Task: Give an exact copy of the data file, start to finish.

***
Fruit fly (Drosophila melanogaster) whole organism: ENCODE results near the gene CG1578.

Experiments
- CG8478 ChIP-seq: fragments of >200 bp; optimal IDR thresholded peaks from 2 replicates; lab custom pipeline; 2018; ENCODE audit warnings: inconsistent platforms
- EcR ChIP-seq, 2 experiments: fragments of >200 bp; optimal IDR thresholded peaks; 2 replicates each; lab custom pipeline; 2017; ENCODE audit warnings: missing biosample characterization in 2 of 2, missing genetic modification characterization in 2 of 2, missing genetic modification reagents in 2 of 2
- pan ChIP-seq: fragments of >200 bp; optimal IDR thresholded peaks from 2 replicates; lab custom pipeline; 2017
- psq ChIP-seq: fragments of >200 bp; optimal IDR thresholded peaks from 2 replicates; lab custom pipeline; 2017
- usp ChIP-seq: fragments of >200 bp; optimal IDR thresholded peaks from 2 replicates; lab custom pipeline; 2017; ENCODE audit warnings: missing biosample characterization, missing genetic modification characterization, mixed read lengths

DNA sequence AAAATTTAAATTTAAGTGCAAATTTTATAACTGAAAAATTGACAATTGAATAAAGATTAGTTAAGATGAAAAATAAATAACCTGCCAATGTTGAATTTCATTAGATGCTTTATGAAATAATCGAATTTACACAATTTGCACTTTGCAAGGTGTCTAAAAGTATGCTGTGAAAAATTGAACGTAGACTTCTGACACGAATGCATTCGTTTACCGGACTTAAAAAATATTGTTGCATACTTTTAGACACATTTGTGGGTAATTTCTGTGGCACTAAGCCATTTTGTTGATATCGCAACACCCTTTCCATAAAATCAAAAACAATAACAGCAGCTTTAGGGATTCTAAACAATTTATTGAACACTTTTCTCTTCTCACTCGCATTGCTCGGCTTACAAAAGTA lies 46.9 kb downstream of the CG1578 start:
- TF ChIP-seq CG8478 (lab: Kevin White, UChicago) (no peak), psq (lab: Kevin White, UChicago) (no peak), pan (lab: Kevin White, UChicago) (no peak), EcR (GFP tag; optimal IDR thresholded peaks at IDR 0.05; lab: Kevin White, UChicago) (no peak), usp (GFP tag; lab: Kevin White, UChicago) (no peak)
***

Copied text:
Fruit fly (Drosophila melanogaster) whole organism: ENCODE results near the gene CG1578.

Experiments
- CG8478 ChIP-seq: fragments of >200 bp; optimal IDR thresholded peaks from 2 replicates; lab custom pipeline; 2018; ENCODE audit warnings: inconsistent platforms
- EcR ChIP-seq, 2 experiments: fragments of >200 bp; optimal IDR thresholded peaks; 2 replicates each; lab custom pipeline; 2017; ENCODE audit warnings: missing biosample characterization in 2 of 2, missing genetic modification characterization in 2 of 2, missing genetic modification reagents in 2 of 2
- pan ChIP-seq: fragments of >200 bp; optimal IDR thresholded peaks from 2 replicates; lab custom pipeline; 2017
- psq ChIP-seq: fragments of >200 bp; optimal IDR thresholded peaks from 2 replicates; lab custom pipeline; 2017
- usp ChIP-seq: fragments of >200 bp; optimal IDR thresholded peaks from 2 replicates; lab custom pipeline; 2017; ENCODE audit warnings: missing biosample characterization, missing genetic modification characterization, mixed read lengths

DNA sequence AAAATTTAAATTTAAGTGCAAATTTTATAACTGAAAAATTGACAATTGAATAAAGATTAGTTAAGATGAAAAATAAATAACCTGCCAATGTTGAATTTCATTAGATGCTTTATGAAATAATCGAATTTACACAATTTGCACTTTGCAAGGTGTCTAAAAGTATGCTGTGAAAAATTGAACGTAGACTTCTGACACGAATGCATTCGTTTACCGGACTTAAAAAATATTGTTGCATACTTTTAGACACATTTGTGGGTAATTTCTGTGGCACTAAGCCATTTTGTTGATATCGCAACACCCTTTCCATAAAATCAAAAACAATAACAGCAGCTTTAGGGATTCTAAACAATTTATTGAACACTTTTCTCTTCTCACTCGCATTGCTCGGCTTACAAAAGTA lies 46.9 kb downstream of the CG1578 start:
- TF ChIP-seq CG8478 (lab: Kevin White, UChicago) (no peak), psq (lab: Kevin White, UChicago) (no peak), pan (lab: Kevin White, UChicago) (no peak), EcR (GFP tag; optimal IDR thresholded peaks at IDR 0.05; lab: Kevin White, UChicago) (no peak), usp (GFP tag; lab: Kevin White, UChicago) (no peak)